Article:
Francisco Pizarro

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     Pizarro, Francisco (c. 14761541) was born in Trujillo, the illegitimate son of a Spanish gentleman. Pizzaro accompanied Ojeda to Colombia in 1510 and was with Balboa when he discovered the Pacific. Hearing of the fabled wealth of the Incas, he formed (1524) a partnership with Diego de Almagro and Fernando de Luque (a priest who secured funds). The first expedition reached the San Juan River, part of the present boundary between Ecuador and Colombia. On the second (152628), Pizarro explored the swampy coast farther south. I
     On a third expedition Pizarro landed at Tumbes (1532) and ascended the Andes to Cajamarca, where the Inca, Atahualpa, awaited him. Professing friendship, he enticed Atahualpa into the power of the Spanish, seized him, exacted a stupendous ransom, and then treacherously had him executed. The conquest of Peru was virtually completed by the capture of Cuzco, which was later defended against Inca forces led by Manco Capac.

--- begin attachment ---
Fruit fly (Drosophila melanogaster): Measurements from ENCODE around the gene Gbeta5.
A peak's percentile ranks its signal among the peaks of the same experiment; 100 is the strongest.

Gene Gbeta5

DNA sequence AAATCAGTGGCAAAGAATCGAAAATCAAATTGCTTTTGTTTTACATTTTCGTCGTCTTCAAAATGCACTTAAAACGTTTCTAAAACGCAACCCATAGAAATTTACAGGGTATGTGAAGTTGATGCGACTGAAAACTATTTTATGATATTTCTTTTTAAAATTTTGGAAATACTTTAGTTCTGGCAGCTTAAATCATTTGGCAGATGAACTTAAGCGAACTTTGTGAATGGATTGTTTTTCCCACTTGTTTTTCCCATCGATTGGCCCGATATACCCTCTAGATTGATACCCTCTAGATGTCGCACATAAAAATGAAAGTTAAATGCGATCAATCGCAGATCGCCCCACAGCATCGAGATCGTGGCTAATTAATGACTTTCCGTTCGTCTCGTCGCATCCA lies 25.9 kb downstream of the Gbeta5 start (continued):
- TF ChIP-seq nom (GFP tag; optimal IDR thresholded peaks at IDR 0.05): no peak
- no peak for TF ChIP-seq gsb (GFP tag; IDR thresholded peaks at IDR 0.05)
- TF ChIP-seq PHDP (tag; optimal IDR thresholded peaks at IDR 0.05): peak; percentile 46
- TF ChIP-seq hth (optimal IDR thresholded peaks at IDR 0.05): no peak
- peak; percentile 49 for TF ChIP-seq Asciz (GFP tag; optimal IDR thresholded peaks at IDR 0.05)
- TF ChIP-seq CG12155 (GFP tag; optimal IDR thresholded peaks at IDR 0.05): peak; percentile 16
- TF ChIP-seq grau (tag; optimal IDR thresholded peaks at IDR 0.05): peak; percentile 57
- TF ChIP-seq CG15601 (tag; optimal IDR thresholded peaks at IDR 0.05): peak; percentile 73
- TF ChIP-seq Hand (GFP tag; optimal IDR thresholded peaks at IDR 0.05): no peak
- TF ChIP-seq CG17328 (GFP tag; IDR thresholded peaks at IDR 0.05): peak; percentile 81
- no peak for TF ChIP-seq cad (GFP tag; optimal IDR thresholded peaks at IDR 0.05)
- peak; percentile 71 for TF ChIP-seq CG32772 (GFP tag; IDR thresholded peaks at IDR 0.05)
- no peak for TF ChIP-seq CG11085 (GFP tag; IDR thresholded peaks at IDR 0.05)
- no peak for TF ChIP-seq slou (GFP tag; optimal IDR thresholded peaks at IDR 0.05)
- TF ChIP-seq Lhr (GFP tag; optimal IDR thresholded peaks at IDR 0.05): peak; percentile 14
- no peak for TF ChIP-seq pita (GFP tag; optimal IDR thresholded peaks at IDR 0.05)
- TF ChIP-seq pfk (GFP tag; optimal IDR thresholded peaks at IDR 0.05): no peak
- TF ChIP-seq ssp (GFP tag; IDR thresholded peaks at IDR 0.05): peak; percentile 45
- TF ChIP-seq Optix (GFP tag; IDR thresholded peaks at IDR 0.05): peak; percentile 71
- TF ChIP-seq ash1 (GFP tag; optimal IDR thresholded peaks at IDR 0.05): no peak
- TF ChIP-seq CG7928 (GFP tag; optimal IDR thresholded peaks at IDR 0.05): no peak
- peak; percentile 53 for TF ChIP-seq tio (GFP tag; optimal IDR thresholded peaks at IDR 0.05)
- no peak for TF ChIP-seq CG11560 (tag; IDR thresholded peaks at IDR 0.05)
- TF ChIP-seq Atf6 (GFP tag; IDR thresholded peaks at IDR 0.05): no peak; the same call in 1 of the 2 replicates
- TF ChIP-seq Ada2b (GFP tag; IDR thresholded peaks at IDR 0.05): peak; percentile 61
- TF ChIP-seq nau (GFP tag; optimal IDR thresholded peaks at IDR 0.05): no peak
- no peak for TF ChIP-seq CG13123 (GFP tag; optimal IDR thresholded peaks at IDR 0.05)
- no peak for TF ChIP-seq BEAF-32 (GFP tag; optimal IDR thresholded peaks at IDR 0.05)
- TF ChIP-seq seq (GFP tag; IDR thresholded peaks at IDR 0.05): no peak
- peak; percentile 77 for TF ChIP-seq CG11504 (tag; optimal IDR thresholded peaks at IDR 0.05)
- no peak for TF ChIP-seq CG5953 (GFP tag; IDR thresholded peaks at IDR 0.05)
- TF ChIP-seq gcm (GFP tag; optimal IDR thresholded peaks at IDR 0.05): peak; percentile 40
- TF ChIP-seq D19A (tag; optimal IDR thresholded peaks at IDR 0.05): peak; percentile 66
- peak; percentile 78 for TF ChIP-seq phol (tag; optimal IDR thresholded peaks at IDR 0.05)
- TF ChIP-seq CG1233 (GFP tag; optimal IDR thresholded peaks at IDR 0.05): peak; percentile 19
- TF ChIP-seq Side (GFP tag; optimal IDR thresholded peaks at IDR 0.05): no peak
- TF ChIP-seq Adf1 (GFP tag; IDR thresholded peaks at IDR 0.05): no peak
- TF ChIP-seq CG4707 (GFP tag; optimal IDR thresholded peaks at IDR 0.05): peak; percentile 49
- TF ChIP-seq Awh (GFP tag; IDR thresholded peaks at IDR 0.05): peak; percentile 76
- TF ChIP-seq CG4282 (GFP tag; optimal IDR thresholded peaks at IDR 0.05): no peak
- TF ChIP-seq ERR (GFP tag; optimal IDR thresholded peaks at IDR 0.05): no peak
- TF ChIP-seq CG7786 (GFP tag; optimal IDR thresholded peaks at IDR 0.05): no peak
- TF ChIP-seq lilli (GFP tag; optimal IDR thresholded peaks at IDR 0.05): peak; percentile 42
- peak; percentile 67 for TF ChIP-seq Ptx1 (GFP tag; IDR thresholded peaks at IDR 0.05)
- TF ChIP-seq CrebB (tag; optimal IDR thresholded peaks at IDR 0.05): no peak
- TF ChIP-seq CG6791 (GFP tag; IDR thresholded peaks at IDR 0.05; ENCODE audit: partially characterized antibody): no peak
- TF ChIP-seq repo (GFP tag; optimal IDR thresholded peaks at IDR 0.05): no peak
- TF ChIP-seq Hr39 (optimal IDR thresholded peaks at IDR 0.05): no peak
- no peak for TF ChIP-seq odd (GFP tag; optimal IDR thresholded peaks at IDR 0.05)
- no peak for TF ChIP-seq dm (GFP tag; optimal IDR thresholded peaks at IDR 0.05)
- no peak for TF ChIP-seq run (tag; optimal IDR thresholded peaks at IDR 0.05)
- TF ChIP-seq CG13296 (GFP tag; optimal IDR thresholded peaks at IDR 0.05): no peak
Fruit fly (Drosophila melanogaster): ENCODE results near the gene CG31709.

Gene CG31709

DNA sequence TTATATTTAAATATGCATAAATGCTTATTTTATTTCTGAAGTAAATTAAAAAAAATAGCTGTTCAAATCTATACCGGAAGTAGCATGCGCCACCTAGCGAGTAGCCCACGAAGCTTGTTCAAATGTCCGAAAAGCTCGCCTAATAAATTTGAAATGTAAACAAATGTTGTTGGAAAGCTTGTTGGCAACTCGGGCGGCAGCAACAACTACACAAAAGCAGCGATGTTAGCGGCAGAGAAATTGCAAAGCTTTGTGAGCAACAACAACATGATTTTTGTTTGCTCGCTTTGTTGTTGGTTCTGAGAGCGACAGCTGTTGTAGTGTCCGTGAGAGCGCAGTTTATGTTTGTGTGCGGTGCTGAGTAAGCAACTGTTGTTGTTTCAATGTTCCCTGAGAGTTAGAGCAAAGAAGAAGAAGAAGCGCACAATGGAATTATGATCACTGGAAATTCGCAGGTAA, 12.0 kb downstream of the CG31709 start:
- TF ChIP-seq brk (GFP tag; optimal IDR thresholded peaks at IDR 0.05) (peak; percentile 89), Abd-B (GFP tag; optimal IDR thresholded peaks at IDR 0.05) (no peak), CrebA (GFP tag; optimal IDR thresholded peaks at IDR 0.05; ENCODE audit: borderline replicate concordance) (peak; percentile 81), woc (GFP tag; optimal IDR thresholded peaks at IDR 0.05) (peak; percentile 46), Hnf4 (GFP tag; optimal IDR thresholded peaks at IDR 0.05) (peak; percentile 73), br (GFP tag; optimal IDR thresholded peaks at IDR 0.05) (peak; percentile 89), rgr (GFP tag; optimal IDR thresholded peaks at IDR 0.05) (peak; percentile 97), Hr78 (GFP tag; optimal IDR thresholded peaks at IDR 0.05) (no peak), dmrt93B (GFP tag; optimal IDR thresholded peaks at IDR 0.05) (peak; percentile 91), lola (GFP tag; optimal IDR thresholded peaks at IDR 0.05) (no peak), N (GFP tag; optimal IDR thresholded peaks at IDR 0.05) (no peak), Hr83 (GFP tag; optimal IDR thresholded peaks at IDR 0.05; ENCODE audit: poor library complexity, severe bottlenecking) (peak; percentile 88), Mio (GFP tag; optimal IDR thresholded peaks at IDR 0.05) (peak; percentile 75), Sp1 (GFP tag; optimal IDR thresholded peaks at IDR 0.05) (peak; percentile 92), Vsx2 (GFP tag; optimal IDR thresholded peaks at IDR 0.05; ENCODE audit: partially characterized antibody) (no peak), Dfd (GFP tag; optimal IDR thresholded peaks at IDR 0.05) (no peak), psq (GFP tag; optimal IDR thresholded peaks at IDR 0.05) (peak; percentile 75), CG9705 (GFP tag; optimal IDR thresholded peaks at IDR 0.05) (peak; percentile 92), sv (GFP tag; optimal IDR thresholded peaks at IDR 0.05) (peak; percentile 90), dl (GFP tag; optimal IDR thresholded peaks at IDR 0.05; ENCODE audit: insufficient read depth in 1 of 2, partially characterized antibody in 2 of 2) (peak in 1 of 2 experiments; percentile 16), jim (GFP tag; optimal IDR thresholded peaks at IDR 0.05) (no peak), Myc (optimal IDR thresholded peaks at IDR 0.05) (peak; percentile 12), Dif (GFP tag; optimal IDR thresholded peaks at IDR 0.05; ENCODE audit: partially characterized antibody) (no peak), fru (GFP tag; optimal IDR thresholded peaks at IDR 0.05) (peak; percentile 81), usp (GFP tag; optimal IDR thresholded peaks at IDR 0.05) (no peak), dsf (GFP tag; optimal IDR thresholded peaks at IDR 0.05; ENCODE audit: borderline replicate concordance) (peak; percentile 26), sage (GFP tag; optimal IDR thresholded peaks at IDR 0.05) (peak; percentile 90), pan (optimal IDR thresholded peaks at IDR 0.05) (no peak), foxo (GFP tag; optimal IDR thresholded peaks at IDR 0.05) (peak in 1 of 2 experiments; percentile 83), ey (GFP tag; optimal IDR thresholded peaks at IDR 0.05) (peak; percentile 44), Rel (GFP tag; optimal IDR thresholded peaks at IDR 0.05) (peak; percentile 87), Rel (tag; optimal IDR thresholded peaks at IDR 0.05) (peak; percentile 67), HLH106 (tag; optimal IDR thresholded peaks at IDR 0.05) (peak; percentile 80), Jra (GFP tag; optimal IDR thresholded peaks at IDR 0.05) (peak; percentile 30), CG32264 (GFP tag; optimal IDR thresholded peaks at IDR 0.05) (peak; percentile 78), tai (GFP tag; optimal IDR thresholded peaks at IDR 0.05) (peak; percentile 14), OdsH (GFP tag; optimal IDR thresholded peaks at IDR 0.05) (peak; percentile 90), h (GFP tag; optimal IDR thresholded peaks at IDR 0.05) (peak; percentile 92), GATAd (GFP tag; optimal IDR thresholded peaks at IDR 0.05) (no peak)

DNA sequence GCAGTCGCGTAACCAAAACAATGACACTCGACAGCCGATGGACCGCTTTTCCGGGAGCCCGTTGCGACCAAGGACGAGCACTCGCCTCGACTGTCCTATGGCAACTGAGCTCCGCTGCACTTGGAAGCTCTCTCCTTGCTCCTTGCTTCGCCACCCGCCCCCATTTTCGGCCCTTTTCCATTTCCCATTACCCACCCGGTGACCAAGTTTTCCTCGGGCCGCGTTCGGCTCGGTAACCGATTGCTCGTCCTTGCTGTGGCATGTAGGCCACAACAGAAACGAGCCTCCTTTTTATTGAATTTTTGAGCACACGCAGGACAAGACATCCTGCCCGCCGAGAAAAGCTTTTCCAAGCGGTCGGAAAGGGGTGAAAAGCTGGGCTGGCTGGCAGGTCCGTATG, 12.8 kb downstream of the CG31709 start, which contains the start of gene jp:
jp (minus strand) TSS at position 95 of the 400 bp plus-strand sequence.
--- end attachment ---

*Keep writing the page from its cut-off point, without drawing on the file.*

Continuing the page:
Francisco's greed and ambition, offset his resourcefulness, courage, and cunning. A band of assassins surprised him at dinner, and although he fought desperately, he was overpowered and slain.

SCN 1047b

South America, 1542

Francisco Pizzaro and his brothers conquered Peru were accompanied by Francisco de Orellana who set out from Quito to explore the interior of South America in 1541. Orellana left the main party, followed the Napo River to the Amazon, and then followed the Amazon to the Atlantic in August 1542. He told of encounters with female warriors, like the Amazons of classical mythology.
     The stamp shows Orellana's route from Cuzco in 1541 to Lima and San Miguel and Quito, and from there to the Amazon and the Atlantic Ocean in 1542. The original on which the map is based is undetermined. It may be a composite of several maps of the period. Scott's catalog describes it as  "Map of South America with Amazon as Spaniards Knew it in 1542."

SCN 401